The Conservative Party has never shied away for technological innovation. It was Benjamin Disraeli, the 19th century Tory Prime Minister and godfather of One Nation Conservatism, who embraced the first industrial revolution and remade conservatism in his time. It is no exaggeration to say the same forces remain alive today. 250 years after the invention of steam-powered machines, we are undergoing another technological revolution.
From Zoom catch ups and WhatsApp group chats to accessing banking and the latest news on the go, our relationship with technology has already changed so much in the past two decades. In the midst of a global pandemic, thanks in large part to our mobile networks, we’ve been able to stay close to our loved ones, access important services and work more flexibly than we ever imagined we could.
Digital connectivity is poised to make another monumental leap forward with the advent of 5G. 5G is not simply about speed. Imagine drones co-operating to carry out search and rescue missions, self-driving cars communicating seamlessly with one another and wearable fitness devices alerting doctors in real-time in a medical emergency. These innovations will transform our way of life.
The job of the Conservative Party and this government is to ensure that all parts of the country benefit from the new revolution that could bring about immense social and economic change. And while this pandemic has highlighted how much some of us benefit from mobile networks, the experience has also shown we have work to do in delivering the benefits of connectivity to everyone in the country.
To achieve a connected future for everyone, our mobile infrastructure needs a reboot. We need to upgrade existing equipment and install new towers to extend coverage. But the legislation designed to make all this possible – the Electronic Communications Code – isn’t working. The Code was introduced in 2017 with the intention to make it easier and cheaper for providers to make the changes the UK needs to keep pace with the rest of the world.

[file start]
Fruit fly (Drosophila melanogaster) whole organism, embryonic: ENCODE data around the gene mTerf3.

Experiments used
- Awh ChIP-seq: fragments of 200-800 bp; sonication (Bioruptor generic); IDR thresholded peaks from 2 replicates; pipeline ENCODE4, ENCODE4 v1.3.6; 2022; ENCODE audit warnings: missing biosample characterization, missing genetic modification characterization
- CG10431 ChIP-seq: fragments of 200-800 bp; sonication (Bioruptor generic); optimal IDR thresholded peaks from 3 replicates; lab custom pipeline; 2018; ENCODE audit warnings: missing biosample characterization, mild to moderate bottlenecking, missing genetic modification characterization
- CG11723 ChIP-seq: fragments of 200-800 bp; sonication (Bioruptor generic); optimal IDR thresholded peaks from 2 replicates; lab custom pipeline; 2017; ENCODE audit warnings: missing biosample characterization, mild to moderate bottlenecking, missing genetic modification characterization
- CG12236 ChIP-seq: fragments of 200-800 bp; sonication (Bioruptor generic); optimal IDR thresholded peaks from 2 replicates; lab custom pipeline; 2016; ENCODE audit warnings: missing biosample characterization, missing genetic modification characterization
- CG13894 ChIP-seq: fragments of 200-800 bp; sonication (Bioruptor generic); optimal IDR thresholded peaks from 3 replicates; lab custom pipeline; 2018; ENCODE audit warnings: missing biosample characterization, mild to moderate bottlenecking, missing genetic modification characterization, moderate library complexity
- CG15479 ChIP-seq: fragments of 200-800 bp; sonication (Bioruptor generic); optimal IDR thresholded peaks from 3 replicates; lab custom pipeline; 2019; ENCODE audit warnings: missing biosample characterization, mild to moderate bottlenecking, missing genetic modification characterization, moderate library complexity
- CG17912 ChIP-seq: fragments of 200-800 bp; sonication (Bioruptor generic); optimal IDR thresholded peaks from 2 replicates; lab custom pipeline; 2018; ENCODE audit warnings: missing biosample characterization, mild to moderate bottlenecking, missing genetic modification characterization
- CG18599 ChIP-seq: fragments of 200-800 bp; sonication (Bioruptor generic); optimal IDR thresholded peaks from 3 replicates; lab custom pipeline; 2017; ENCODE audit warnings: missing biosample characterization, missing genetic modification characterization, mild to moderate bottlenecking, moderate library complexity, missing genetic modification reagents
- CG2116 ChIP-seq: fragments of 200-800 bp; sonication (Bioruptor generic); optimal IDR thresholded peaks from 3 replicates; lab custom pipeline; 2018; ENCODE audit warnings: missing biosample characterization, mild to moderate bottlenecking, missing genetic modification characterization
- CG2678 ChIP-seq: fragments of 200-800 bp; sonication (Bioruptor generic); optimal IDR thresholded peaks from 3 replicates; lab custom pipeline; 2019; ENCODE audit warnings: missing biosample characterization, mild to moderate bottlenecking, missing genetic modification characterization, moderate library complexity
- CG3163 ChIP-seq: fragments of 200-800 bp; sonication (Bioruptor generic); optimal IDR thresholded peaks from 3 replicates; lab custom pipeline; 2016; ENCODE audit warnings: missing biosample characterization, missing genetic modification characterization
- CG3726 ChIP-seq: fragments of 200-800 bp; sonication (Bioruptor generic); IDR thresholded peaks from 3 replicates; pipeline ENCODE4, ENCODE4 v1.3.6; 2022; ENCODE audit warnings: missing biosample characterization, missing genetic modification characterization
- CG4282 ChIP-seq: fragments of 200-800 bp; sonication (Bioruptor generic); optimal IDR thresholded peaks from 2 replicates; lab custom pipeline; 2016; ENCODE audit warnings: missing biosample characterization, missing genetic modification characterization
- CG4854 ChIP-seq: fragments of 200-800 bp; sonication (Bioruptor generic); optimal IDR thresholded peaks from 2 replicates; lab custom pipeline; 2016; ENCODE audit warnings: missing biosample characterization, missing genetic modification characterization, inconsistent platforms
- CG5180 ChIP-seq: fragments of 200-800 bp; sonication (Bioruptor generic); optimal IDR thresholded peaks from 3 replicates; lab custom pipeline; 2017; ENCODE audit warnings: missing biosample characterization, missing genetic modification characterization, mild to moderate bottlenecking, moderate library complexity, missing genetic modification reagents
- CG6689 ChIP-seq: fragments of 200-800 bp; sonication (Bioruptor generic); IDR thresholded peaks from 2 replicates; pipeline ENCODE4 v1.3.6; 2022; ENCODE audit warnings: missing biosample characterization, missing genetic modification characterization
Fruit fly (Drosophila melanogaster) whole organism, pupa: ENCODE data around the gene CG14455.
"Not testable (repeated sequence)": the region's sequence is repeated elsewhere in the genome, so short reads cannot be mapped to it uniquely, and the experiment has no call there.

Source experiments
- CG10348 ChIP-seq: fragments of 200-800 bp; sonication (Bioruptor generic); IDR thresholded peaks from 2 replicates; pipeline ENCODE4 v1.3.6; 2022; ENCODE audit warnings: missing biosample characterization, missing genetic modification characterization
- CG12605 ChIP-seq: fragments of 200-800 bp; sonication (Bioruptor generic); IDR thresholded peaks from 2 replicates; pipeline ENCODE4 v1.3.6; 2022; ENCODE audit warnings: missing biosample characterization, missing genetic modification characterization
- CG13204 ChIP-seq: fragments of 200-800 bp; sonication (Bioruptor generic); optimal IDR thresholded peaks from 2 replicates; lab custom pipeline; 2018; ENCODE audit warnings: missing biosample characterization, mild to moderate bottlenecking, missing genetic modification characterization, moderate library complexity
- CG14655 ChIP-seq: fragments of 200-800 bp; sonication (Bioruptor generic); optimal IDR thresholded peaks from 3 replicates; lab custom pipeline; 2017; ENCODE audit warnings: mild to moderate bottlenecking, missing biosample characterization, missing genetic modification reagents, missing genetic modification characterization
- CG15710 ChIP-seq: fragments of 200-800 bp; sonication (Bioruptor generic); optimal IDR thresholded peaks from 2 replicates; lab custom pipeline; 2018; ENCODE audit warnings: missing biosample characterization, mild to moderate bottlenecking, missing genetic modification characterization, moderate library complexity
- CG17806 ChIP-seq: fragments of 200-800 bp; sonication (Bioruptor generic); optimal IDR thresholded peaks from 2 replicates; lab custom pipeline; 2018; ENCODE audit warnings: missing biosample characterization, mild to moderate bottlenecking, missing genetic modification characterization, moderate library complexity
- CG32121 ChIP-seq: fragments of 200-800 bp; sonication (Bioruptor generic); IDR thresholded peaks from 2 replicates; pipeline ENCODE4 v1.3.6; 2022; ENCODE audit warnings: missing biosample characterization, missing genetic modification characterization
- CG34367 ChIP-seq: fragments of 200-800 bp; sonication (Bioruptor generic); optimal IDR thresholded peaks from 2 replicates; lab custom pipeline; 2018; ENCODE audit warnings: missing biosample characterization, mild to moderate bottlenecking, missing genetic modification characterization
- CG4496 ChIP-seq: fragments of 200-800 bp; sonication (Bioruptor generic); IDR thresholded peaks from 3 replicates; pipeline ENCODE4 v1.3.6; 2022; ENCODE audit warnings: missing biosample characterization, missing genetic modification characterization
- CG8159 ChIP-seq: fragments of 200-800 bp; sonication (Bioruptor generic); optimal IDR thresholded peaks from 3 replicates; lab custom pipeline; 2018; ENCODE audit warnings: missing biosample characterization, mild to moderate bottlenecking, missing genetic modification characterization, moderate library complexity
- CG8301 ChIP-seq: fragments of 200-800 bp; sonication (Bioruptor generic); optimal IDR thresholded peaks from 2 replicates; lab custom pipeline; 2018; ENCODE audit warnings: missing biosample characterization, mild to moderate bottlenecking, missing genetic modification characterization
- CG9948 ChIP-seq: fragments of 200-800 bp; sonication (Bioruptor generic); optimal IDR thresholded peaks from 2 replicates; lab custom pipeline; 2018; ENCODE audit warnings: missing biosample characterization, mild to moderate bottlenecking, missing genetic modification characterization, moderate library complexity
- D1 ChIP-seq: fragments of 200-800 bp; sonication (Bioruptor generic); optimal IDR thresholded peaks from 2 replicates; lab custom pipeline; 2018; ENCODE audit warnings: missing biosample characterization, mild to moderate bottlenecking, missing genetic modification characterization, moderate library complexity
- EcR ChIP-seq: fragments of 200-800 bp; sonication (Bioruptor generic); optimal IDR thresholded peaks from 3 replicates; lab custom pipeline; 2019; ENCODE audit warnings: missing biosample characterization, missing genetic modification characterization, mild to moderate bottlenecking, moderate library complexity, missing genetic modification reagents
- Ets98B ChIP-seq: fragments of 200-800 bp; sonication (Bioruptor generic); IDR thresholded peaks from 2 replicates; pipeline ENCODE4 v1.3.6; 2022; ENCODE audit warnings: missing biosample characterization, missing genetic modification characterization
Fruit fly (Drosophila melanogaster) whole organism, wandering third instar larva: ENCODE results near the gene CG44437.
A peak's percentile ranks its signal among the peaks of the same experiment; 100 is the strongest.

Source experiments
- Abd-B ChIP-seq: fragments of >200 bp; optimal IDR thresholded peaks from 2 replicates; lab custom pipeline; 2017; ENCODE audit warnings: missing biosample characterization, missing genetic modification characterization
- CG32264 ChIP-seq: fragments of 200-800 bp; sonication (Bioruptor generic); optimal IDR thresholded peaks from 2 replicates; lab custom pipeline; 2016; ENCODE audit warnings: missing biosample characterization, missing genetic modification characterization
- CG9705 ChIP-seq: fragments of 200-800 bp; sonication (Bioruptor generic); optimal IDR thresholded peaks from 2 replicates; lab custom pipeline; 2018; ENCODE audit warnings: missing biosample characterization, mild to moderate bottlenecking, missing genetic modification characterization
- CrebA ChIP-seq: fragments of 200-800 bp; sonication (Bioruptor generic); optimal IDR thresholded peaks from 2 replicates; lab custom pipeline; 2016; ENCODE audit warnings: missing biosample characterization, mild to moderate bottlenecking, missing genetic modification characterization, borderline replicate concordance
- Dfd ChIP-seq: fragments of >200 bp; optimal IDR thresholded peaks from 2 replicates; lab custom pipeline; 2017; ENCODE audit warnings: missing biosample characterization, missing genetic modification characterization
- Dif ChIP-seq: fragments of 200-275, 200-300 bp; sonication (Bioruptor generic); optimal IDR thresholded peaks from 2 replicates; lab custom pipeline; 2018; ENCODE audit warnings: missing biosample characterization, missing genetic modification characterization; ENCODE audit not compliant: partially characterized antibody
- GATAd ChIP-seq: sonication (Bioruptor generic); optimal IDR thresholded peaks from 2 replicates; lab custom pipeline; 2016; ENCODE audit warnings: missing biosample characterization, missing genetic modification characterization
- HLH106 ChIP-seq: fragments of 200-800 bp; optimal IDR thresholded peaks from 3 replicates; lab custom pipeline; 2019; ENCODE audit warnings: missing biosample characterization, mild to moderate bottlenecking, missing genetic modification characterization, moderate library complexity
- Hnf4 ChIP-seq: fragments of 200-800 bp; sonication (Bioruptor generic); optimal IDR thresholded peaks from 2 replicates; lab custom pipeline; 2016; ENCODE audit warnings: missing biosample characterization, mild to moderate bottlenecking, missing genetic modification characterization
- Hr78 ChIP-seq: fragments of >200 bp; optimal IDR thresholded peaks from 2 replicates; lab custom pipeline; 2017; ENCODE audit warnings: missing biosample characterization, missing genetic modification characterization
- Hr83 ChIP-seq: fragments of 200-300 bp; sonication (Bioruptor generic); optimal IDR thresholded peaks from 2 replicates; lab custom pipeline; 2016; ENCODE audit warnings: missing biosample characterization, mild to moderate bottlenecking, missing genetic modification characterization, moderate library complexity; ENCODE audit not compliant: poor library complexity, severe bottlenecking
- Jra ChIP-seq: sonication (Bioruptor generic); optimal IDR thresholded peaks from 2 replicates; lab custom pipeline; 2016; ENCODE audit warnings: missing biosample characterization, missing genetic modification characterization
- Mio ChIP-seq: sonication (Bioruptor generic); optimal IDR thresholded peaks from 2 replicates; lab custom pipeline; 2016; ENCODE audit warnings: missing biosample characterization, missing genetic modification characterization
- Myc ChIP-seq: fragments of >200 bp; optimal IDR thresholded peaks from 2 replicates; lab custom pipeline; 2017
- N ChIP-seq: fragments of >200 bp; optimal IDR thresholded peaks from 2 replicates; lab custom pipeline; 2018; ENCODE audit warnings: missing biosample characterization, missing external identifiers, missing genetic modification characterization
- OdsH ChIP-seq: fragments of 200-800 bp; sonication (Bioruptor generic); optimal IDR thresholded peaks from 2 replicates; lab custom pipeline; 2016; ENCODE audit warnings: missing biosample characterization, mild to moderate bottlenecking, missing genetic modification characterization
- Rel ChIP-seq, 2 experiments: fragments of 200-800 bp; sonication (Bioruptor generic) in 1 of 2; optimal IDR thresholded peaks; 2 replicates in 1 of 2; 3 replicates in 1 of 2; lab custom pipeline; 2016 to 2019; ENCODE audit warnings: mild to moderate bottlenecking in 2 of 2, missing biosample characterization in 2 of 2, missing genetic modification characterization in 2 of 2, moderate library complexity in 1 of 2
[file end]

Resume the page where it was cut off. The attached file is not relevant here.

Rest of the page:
Unfortunately, that is not happening quickly enough. The relationship between industry and its landowner-hosts needs repairing. Disputes over rents are making agreements impossible. Infrastructure isn’t being upgraded or rolled out effectively, and consumers are not getting the coverage they want and need. There’s no doubt we need to get things moving if the Government is going to achieve its 5G ambitions.
That is why the industry joined together to launch Speed Up Britain, a new cross-party campaign calling for action to give Britain the mobile network it deserves. The campaign provides an opportunity for industry, landowners, their representatives and government to come together to find a solution to this problem and make progress towards delivering 5G and other new technologies. Looking again at the law will be an important component of delivering real change.
But this is not just about central government. Poor connectivity doesn’t just hinder our ability to navigate the modern world; it can hold back local businesses and services in parts of the country that need it the most. Councillors, metro mayors and MPs will all have insight into the challenges of mobile connectivity in their area, and what they would like to see change.
We all have a part to play in fulfilling the promise of a truly connected nation. If we work together, we can ensure the Conservative Party is once again at the forefront of delivering a digital revolution for all.
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This piece was written for Digital Tories.